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Change Agent

GoodGuide and others use technology to help turn consumers green

A host of companies and nonprofits are using technology – from smartphones to social networking – to make it easier for consumers to choose environmentally friendly products.

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And yet marketing isn’t what it used to be, he notes. No longer can companies control their message. More than a decade ago, O’Rourke learned firsthand how putting a spotlight on corporate malfeasance can drive change. As a graduate student at Berkeley in 1997, he was researching pollution from factories in Vietnam when he came across a leaked internal document about a Nike shoe supplier. It showed that workers were exposed to carcinogens that exceeded legal standards, suffered from respiratory problems, and were forced to work 65 hours for just $10 a week. He provided his findings to The New York Times and posted a report on the Internet, setting off a controversy that led to a turnaround at Nike, which is now seen as a corporate leader on environmental and social issues.

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His experience with Nike “showed both the potential of a new way to distribute information, and, for me, how important it is to get my research out to the public,” O’Rourke says. “GoodGuide is basically an extension of that.” 

GoodGuide began with a mobile phone app that required consumers to photograph bar codes to get data on individual products. It then posted reams of information on its website. Now it offers a popular iPhone app, as well as software called a Transparency Toolbar that attaches to a Web browser. When shopping online at Amazon, Walmart, Target, and other sites, shoppers can see how products perform, according to GoodGuide, on issues they care about. A GoodGuide app can also ride atop Facebook, rating the products and companies in any ads that appear. GoodGuide intends to make money by providing specialized data to retailers or institutional buyers, such as hospitals; it currently generates revenues when consumers go through GoodGuide’s website or toolbar to make purchases on Amazon.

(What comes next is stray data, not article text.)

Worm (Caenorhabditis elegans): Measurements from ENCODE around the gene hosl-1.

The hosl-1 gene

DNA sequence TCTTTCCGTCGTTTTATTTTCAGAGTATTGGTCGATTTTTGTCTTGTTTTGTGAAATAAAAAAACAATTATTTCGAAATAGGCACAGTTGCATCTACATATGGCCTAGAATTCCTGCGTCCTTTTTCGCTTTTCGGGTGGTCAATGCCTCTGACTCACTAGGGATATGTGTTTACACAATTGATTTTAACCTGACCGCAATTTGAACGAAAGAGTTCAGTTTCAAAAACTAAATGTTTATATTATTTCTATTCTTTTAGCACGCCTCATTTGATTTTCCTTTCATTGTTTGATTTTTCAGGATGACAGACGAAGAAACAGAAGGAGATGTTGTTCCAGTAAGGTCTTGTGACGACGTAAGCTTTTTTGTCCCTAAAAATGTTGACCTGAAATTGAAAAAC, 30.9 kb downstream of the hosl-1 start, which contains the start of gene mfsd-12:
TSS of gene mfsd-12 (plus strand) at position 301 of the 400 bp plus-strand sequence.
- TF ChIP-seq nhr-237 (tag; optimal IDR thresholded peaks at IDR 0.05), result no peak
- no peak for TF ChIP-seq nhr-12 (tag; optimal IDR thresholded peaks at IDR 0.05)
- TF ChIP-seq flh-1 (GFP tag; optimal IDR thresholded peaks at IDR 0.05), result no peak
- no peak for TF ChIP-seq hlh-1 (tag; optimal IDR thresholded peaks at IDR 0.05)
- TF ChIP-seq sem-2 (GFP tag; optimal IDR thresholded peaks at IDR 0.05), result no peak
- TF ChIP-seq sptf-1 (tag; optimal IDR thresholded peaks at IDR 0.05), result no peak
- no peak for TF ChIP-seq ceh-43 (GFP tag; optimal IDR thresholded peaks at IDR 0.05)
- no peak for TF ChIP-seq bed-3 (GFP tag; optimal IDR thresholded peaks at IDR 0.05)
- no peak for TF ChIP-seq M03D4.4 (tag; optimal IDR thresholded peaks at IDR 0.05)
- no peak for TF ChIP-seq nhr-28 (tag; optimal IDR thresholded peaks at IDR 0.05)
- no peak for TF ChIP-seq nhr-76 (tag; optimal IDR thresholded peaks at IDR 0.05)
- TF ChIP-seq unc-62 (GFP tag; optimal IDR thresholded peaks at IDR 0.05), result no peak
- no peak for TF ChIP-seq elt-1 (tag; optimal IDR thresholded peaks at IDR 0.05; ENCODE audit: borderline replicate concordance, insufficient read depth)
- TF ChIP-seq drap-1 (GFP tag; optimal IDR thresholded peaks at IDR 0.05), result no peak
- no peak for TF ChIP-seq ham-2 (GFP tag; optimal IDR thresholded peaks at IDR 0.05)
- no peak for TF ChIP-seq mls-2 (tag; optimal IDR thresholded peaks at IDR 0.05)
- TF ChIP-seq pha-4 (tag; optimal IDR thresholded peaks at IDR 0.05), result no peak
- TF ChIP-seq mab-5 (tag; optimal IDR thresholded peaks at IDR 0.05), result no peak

The company’s goal is to “get into the flow of the shopping experience and try to provide the right information at the right moment,” O’Rourke says. GoodGuide has offered to make its data available for display on supermarket and drugstore shelves, but so far it has found no takers. Some retailers may worry about how their store brands would perform; others make money by selling prime shelf space to specific brands, so negative ratings could get in the way of that business.

Still, it’s only going to get harder to keep consumers in the dark. Environmental groups and consumers are pressing to learn more about how and where things are made. Campaigns around palm oil in Kit-Kat bars, BPA in baby bottles, and, most recently, the ammonia-treated ground beef extender known as “pink slime” have all triggered rapid reactions from business.

“Spikes of information, or misinformation, in social media can pressure business practices in a big way,” says Jonathan Yohannan, an executive vice president at Cone Communications.
 In such instances, the consumer doesn’t need to act. Merely the fear of exposure and a backlash can spur change. Says O’Rourke: “Transparency is moving forward. That’s unstoppable. Our big bet is that transparency is going to motivate change.” It’s too soon to say whether that bet will pay off.

Marc Gunther is a contributing editor at Fortune, a senior writer at and a blogger at His book, "Suck It Up: How Capturing Carbon From the Air Can Help Solve the Climate Crisis," is available as an Amazon Kindle Single.

This article originally appeared at the blog Yale Environment 360.

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